And so I imagine that in the long run, an analysis of the cost of the strategic illiteracy at the highest echelons of political governance to the economic fortunes of Ghana will tell a sad story of how our own collective Fama Nyame fetish is the other side of the same coin of strategic-less existence, and how these have significantly perpetuated our proximity to poverty.

Alas, the pyrrhic decisions of our national leaders, coupled with the apparent national tolerance for mismanagement and corruption not only portray the incredible depth of ambivalence among many Ghanaians who do not regard corruption as a serious crime that warrant one to protest against but also how pathologically inured we are, and will continue to be for years, to woefully bad leadership.

To decisively tackle Ghana’s severely weakened economy, there is the urgent need to implement several structural reforms, the success of which will depend on how we successfully confront the twin evils discussed earlier. Firstly, economic policies should be based on sound and implementable strategies. That is the rational and logical pillar of any policy making paradigm. The second pillar should be deliberately motivational and premised on a behavioural imperative - zero tolerance of Fama Nyame in our political and economic posture. Ghana needs a merit-based system which rewards responsibility, competence, grit and performance, and punishes corruption, fraud, incompetence and the passing the buck in all it forms and shape.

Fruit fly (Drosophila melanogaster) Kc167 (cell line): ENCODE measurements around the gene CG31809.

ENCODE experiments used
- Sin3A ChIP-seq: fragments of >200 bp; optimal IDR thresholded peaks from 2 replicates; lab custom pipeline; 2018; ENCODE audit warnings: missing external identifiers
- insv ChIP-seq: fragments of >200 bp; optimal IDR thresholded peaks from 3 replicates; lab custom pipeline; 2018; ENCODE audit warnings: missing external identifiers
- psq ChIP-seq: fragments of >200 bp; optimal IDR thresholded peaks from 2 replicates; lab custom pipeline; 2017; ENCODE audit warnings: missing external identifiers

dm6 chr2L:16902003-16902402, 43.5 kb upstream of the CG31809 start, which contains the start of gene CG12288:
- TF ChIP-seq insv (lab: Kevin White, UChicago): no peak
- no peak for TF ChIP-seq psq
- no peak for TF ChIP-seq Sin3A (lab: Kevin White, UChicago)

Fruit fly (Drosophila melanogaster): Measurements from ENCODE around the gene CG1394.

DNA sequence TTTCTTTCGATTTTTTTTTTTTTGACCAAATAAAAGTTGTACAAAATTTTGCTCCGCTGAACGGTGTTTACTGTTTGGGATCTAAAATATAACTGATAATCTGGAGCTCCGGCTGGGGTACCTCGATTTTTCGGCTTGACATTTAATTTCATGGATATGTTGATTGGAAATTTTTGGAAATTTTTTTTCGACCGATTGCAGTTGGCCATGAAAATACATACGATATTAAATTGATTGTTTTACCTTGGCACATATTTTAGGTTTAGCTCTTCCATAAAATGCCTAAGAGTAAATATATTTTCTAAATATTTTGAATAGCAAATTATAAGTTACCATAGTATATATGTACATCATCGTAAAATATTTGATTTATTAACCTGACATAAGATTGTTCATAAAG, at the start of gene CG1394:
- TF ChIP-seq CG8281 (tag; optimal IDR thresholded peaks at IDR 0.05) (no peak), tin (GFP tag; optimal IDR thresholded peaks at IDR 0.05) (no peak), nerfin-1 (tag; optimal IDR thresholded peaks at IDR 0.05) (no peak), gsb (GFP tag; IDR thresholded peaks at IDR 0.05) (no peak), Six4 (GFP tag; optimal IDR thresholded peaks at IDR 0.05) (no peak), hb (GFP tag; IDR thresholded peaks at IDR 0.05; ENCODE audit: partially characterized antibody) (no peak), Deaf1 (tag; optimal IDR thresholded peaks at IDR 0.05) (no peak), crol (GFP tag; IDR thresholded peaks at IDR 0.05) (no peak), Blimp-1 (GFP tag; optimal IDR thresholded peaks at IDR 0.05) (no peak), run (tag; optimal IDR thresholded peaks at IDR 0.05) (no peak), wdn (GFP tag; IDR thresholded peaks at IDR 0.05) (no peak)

Ultimately, this will require the emergence of a concerted, strategic and paradigm-shifting leadership in our beloved land. As the lesson of King Pyrrhus shows, strategy and empowered mindsets are what it takes to avoid pyrrhic outcomes. Again as the examples of Singapore and other successful emerging countries suggest, incredible progress can be achieved through bold, concerted, strategic leadership. Ghanaians must therefore decisively do away with the nonstrategic mindsets and traditions that hold us back and with Christ's grace "mount up with wings as eagles" run unwearied and walk confidently towards our blessed lot (Isaiah 40:31). Only what is considered globally to be the best should be acceptable to Ghanaians. If Singapore and others could do it, so can we.